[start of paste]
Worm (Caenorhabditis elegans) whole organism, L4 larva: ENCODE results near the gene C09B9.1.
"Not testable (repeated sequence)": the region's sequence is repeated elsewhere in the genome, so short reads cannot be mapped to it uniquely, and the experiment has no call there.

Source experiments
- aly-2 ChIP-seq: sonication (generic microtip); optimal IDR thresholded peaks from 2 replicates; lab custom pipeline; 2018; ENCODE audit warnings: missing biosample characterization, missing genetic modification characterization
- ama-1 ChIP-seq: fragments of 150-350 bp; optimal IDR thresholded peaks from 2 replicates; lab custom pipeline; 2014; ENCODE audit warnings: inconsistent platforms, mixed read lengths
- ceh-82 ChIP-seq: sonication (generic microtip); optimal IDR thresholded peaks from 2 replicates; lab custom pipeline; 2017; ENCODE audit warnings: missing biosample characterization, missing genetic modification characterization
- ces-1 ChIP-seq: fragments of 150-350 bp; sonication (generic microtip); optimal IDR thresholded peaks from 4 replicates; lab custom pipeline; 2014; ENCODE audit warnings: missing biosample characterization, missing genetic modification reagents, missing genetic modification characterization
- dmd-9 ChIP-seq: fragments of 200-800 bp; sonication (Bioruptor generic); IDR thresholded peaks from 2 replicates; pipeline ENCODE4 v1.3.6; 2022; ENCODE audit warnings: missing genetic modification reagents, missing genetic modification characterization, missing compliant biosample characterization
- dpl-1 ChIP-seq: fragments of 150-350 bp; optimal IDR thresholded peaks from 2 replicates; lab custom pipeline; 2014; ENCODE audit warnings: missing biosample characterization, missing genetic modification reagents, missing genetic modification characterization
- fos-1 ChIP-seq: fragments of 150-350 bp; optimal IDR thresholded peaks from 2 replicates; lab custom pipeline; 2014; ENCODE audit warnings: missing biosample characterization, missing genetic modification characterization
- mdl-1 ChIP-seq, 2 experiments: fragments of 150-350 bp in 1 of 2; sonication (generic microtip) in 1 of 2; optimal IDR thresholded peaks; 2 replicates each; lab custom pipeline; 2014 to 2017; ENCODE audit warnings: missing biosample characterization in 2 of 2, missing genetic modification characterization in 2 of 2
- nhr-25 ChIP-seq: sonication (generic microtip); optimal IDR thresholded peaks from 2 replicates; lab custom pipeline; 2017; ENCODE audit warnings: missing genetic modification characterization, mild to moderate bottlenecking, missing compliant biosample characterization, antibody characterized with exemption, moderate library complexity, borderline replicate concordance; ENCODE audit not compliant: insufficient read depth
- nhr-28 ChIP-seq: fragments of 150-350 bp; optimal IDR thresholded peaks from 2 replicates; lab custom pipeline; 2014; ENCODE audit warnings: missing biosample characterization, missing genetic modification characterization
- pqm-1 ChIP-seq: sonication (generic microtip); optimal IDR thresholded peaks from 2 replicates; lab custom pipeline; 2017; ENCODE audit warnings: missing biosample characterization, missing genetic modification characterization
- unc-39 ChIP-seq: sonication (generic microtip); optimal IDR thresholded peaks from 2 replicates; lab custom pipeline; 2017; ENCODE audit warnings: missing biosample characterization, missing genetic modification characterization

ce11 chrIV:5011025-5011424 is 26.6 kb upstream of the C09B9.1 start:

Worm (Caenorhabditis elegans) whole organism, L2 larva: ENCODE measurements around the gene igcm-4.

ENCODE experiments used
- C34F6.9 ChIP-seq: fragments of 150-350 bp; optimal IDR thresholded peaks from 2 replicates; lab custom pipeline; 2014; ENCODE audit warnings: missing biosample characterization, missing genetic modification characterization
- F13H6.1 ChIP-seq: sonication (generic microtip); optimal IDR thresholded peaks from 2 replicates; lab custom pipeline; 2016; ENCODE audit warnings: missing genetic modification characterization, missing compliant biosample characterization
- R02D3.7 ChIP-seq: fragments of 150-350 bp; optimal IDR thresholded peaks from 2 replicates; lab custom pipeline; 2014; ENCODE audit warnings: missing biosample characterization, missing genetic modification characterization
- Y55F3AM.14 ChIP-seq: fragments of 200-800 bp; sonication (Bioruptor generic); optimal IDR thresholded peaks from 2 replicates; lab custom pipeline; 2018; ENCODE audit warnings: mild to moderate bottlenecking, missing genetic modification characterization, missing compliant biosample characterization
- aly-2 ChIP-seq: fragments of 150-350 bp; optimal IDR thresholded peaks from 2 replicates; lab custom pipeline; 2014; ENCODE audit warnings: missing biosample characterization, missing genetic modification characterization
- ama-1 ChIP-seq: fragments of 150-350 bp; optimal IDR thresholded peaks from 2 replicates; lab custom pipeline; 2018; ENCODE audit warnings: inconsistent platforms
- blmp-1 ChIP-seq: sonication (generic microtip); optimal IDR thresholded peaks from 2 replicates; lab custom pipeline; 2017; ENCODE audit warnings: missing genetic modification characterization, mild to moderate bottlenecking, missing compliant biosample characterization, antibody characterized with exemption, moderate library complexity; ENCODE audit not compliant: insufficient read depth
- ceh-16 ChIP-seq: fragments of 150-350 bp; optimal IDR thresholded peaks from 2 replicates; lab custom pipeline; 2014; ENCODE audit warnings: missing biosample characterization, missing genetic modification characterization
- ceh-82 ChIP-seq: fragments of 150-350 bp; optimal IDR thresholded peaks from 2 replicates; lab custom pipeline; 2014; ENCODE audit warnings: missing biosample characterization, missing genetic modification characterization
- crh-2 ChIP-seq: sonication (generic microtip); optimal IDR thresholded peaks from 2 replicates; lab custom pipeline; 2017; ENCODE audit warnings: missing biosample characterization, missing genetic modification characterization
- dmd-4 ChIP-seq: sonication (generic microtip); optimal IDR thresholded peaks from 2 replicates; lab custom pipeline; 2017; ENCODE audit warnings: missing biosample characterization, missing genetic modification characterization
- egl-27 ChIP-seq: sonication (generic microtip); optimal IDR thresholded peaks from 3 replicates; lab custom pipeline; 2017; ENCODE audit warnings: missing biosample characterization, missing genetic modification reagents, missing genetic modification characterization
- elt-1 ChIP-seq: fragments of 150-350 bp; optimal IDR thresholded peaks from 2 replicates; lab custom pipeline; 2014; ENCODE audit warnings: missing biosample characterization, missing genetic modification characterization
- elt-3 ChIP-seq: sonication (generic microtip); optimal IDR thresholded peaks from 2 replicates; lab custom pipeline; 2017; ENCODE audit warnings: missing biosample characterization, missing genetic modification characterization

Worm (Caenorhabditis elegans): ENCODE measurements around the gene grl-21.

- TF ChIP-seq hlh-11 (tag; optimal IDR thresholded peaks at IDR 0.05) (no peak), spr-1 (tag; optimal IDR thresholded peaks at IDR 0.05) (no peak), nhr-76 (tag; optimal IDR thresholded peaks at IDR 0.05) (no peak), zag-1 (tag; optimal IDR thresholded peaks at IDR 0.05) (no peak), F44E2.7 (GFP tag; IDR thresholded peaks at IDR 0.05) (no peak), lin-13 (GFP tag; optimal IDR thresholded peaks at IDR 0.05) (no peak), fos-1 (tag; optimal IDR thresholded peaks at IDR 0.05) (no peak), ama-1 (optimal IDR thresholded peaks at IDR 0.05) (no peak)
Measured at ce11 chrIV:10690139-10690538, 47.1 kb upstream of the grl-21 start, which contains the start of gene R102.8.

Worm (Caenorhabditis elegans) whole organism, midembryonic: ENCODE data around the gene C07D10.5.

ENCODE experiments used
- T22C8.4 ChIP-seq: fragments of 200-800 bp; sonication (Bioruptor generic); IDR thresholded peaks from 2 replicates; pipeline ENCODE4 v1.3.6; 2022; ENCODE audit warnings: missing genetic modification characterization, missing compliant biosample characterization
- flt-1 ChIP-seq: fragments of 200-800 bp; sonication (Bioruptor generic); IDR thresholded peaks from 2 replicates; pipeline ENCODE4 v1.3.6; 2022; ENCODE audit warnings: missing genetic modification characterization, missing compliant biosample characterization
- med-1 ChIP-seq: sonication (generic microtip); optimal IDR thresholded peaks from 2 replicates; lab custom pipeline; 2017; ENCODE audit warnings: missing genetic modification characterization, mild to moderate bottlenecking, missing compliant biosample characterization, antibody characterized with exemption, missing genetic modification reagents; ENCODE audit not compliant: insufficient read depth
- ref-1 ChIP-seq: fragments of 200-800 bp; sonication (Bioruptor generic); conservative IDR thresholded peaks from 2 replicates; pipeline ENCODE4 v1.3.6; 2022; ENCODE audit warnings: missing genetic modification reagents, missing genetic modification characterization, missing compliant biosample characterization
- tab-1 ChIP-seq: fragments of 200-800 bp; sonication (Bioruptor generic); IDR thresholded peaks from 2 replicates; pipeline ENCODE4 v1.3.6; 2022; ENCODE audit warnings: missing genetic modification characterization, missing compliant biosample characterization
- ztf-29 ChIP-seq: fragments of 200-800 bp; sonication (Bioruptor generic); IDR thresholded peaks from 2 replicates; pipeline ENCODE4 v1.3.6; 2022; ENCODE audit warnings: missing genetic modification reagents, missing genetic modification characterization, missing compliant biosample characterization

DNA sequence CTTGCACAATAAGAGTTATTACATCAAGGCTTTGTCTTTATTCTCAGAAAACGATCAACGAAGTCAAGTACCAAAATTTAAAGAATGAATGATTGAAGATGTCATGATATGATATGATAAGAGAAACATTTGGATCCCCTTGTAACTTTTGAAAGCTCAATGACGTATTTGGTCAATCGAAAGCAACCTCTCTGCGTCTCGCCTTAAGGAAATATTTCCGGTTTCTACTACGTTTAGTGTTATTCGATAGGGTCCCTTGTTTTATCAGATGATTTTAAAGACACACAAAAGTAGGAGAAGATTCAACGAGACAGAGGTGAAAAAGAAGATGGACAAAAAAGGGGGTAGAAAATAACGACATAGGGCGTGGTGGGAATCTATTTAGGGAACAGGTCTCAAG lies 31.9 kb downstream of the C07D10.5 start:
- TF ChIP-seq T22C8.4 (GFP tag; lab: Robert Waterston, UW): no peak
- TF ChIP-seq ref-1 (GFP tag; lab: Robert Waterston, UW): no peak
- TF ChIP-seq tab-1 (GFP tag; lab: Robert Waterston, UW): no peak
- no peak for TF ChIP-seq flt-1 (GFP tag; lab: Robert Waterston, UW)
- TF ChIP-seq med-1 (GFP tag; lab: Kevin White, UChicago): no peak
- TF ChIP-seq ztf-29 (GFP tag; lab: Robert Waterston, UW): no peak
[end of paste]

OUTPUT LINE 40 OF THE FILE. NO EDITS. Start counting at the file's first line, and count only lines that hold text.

- med-1 ChIP-seq: sonication (generic microtip); optimal IDR thresholded peaks from 2 replicates; lab custom pipeline; 2017; ENCODE audit warnings: missing genetic modification characterization, mild to moderate bottlenecking, missing compliant biosample characterization, antibody characterized with exemption, missing genetic modification reagents; ENCODE audit not compliant: insufficient read depth